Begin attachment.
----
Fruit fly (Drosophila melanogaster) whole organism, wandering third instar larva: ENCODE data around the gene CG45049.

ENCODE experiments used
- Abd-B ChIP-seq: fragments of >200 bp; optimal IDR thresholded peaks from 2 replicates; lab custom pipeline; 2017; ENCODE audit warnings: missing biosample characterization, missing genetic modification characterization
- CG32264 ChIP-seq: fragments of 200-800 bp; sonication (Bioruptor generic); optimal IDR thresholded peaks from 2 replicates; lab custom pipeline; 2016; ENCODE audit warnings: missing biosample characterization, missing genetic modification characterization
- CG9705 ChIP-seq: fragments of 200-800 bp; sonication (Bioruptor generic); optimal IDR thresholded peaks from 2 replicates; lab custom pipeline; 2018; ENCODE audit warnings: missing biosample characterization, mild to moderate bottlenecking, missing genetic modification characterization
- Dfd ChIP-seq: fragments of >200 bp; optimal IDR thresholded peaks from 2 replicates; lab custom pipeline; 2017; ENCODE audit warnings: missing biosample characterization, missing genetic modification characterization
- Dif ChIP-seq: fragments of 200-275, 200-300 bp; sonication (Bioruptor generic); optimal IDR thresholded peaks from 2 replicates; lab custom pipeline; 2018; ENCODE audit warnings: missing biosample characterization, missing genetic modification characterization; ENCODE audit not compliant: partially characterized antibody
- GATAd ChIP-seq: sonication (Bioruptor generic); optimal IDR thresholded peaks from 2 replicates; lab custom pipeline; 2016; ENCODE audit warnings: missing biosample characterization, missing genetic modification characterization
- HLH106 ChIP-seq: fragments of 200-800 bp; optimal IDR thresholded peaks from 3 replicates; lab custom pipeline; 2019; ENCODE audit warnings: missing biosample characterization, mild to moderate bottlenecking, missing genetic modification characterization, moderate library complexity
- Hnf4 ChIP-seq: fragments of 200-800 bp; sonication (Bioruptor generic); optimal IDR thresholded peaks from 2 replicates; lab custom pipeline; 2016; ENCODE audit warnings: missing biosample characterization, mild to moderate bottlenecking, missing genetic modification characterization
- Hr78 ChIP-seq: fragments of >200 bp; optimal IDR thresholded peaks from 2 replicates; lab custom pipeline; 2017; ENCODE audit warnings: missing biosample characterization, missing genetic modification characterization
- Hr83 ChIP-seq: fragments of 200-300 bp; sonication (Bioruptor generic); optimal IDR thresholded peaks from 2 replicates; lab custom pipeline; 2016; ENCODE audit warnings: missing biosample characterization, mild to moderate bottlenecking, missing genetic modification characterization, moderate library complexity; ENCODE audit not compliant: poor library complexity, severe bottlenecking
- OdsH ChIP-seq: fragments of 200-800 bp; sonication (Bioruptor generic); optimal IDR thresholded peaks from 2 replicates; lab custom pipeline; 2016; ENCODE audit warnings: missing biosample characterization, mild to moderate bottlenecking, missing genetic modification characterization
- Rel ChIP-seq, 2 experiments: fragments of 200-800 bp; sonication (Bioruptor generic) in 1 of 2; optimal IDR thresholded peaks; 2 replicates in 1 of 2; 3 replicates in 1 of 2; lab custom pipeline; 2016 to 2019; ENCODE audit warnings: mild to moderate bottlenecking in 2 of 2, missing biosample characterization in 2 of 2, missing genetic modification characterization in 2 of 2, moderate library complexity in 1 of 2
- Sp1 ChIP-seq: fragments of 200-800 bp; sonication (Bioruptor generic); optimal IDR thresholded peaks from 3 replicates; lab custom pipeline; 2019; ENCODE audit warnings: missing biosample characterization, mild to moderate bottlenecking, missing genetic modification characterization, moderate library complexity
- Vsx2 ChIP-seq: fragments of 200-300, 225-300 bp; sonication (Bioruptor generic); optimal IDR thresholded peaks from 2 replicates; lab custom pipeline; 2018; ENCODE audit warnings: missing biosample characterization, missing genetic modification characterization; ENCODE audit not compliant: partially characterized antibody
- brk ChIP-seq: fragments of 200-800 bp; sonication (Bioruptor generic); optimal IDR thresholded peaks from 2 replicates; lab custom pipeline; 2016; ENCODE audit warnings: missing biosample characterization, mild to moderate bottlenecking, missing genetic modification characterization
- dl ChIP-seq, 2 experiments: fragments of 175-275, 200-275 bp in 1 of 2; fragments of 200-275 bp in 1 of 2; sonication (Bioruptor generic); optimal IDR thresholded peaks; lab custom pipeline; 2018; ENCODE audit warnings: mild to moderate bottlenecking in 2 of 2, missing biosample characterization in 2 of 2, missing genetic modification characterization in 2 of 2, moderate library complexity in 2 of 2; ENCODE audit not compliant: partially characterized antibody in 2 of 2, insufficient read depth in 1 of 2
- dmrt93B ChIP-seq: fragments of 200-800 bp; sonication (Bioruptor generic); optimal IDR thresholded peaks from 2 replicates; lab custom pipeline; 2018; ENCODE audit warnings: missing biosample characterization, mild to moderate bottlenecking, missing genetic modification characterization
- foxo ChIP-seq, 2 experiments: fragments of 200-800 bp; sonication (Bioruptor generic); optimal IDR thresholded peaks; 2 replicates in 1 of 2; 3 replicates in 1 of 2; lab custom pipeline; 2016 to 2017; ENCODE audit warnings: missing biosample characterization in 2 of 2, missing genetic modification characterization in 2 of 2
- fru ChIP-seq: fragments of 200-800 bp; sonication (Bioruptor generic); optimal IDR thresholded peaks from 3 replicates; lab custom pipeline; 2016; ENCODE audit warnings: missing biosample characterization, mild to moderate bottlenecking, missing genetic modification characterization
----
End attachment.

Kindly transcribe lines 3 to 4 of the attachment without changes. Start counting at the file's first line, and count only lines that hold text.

- Abd-B ChIP-seq: fragments of >200 bp; optimal IDR thresholded peaks from 2 replicates; lab custom pipeline; 2017; ENCODE audit warnings: missing biosample characterization, missing genetic modification characterization
- CG32264 ChIP-seq: fragments of 200-800 bp; sonication (Bioruptor generic); optimal IDR thresholded peaks from 2 replicates; lab custom pipeline; 2016; ENCODE audit warnings: missing biosample characterization, missing genetic modification characterization